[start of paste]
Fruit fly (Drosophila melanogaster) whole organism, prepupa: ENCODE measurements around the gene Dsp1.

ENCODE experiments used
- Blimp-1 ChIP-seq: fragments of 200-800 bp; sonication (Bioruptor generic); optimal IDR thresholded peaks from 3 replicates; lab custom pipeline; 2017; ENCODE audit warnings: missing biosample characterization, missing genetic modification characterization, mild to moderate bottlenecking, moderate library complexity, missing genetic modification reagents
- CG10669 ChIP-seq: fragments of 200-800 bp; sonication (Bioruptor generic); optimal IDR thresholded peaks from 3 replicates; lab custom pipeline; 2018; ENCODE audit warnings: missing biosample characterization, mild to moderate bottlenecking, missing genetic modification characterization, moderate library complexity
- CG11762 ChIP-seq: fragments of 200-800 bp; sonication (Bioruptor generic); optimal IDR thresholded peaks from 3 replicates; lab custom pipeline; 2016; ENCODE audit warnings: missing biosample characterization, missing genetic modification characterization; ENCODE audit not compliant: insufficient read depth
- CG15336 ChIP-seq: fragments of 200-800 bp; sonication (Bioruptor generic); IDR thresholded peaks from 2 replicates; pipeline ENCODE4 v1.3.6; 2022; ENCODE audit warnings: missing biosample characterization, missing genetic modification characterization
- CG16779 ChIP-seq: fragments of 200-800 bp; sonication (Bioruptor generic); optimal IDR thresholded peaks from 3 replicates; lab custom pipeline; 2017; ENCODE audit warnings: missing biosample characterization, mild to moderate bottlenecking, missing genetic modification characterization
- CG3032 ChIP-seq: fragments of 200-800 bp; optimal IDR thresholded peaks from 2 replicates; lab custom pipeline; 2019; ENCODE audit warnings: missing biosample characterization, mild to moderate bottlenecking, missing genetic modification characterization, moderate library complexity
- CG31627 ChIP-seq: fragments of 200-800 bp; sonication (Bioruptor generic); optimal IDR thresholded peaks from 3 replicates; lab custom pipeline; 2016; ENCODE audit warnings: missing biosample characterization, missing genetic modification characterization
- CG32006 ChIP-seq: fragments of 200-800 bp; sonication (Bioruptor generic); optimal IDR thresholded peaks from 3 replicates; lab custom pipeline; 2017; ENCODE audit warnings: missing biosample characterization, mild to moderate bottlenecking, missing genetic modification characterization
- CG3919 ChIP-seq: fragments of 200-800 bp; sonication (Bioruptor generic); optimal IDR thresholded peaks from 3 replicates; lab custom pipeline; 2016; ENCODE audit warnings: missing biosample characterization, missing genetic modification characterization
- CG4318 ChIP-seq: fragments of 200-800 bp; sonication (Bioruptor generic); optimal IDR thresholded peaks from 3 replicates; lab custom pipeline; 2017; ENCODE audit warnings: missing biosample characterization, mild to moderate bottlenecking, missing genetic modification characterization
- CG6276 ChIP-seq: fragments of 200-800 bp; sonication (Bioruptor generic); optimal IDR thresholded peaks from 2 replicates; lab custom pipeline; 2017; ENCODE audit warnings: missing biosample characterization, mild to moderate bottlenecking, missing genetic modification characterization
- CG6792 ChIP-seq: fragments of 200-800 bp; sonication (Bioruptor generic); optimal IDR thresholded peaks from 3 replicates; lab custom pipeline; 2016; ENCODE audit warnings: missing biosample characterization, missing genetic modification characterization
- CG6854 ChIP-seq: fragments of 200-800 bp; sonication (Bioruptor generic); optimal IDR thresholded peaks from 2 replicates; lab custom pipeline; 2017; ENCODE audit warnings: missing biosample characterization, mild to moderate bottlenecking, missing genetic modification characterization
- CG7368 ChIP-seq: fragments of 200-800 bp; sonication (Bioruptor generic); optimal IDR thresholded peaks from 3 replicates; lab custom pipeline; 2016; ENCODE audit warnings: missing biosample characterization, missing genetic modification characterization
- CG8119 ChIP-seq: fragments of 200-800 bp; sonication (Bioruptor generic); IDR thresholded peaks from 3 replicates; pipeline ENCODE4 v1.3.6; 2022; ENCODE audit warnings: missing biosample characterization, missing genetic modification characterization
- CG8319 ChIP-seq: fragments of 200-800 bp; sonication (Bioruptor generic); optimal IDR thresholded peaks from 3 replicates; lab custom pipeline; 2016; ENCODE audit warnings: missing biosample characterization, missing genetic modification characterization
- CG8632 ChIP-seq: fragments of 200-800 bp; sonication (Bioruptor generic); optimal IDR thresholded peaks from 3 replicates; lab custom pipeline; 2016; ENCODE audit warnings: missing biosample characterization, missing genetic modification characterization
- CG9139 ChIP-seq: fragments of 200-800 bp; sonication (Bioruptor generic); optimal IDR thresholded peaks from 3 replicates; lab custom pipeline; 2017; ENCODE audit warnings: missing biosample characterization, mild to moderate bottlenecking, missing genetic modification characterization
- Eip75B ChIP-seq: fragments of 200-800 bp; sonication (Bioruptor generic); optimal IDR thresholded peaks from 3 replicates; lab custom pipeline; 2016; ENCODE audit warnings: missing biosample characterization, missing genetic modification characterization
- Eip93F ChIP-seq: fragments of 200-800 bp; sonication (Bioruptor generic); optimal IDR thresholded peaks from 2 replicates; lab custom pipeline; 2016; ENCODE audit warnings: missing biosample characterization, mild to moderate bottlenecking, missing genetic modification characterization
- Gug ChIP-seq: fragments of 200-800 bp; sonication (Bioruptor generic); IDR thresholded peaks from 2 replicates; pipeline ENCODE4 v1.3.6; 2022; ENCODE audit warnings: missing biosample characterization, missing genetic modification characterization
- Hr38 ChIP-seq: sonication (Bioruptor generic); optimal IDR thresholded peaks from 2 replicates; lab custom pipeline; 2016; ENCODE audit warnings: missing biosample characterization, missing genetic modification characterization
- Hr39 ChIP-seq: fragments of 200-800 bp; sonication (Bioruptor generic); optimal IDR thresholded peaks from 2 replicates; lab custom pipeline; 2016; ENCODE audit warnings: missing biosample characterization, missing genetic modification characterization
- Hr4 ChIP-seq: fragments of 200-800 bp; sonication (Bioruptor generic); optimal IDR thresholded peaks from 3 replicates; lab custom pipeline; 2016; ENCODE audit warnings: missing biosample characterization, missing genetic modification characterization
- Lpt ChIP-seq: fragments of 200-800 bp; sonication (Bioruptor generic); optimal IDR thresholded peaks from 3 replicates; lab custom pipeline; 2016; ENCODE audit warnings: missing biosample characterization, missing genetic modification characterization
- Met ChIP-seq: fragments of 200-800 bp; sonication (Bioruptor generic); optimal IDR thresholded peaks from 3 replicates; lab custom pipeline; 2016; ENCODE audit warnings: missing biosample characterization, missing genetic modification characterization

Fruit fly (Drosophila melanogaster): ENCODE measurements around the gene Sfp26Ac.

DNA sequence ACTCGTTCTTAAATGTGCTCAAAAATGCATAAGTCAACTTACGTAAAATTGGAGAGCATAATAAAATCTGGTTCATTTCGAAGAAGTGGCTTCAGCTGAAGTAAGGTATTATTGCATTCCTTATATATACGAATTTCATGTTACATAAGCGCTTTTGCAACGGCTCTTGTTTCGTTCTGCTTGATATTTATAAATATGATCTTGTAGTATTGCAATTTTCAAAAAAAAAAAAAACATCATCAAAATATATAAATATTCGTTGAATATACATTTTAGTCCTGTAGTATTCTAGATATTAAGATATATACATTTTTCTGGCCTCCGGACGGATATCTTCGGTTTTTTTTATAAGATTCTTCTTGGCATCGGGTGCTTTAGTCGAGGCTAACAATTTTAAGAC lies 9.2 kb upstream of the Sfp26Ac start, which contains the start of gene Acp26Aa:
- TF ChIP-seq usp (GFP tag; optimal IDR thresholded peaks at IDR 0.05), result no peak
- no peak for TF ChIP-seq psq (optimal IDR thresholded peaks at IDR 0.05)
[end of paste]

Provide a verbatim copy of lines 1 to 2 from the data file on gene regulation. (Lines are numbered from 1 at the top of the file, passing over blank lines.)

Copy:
Fruit fly (Drosophila melanogaster) whole organism, prepupa: ENCODE measurements around the gene Dsp1.

ENCODE experiments used